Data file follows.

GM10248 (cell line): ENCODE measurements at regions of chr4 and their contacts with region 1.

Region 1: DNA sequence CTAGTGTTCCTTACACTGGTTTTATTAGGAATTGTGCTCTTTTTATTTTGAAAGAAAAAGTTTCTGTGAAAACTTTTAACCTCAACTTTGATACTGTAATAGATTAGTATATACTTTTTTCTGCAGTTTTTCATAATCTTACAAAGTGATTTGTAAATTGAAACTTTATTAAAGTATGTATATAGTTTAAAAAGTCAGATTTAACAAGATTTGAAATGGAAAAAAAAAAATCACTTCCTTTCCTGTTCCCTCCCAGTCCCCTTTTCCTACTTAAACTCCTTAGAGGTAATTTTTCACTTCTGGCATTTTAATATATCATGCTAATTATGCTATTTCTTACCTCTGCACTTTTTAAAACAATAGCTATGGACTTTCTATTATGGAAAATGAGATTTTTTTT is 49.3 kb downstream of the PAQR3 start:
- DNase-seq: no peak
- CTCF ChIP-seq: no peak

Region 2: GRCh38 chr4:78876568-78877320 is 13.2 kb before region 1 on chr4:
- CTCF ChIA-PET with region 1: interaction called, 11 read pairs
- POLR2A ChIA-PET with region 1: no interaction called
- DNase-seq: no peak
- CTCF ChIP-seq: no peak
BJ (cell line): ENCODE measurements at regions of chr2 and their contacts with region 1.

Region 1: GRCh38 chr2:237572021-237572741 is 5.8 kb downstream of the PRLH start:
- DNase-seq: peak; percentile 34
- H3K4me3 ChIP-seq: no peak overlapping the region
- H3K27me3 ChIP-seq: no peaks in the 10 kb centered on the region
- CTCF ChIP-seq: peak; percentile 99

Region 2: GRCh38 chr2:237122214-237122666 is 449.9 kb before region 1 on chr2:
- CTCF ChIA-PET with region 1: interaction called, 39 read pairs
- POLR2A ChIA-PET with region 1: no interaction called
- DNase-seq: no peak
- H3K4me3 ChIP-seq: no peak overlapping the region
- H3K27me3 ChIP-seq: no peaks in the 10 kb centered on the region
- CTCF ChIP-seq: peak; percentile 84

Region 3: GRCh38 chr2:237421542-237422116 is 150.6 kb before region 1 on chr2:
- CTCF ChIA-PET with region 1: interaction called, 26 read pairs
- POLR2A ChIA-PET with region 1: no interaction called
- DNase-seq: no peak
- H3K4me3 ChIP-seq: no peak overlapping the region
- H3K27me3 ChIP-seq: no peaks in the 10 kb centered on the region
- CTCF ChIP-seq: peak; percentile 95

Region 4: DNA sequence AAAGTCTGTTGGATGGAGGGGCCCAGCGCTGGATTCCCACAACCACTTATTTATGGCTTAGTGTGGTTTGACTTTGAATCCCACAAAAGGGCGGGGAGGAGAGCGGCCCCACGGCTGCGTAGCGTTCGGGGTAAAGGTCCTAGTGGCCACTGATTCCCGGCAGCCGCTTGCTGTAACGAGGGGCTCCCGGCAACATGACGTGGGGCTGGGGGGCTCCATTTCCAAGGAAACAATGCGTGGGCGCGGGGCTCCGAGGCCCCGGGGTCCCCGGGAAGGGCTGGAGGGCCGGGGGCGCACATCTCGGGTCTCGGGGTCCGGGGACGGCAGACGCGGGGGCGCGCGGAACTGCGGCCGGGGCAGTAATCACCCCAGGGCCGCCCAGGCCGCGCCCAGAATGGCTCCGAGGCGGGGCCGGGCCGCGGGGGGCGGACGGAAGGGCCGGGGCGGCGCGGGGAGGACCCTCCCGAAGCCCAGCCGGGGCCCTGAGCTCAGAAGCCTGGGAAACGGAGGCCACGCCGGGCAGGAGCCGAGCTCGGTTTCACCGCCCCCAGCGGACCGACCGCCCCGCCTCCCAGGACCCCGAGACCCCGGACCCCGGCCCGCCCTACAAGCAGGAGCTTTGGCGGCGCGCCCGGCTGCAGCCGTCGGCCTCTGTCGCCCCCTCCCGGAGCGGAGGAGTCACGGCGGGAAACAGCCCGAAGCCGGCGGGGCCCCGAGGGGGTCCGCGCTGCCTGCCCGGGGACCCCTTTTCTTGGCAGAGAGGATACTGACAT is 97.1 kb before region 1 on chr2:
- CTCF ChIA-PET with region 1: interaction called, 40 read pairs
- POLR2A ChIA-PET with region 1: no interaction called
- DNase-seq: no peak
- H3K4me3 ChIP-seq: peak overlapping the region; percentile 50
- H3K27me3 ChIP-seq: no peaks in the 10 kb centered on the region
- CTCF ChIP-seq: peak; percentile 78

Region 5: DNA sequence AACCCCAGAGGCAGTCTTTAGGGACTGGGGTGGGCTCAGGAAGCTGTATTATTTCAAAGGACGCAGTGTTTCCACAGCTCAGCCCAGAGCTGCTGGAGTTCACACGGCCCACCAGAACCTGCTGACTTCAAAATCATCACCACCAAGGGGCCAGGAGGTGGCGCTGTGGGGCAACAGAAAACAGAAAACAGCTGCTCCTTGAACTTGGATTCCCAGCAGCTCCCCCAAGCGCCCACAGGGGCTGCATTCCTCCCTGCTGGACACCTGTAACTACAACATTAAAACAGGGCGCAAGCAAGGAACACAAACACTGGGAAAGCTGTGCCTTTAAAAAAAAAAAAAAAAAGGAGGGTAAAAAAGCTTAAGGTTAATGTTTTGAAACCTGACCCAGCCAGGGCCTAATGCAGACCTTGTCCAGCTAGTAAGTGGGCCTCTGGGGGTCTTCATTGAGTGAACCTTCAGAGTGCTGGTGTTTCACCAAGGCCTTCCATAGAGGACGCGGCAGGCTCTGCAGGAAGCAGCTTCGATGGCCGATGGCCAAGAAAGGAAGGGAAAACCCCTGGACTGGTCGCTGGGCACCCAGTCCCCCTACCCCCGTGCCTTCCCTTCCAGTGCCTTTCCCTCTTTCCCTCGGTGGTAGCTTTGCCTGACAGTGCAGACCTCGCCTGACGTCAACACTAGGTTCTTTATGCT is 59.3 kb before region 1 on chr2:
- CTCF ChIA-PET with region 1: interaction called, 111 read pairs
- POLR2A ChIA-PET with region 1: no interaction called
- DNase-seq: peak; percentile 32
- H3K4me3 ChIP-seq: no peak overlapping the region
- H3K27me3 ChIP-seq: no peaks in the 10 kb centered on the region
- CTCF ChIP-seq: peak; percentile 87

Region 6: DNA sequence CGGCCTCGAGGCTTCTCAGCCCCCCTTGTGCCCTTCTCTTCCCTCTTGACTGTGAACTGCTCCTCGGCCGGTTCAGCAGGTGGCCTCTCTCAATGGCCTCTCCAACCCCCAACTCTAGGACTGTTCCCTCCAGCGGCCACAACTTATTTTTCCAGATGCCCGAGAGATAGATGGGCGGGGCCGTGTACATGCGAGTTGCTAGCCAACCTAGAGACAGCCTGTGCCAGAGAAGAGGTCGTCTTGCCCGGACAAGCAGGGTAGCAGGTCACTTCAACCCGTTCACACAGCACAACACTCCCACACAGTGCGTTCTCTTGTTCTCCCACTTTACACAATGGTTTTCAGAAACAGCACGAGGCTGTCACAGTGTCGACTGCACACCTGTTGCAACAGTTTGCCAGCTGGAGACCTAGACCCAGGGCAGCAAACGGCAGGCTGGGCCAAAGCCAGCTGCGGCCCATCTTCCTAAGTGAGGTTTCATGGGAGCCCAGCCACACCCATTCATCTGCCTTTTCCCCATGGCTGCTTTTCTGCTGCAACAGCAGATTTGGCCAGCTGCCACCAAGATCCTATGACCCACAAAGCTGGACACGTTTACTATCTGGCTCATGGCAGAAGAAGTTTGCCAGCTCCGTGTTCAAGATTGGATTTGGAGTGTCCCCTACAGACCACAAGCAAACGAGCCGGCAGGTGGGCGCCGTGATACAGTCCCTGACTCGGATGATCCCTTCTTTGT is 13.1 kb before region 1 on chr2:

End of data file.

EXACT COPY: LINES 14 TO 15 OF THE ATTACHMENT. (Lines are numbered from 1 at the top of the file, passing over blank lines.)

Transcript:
- H3K27me3 ChIP-seq: no peaks in the 10 kb centered on the region
- CTCF ChIP-seq: peak; percentile 99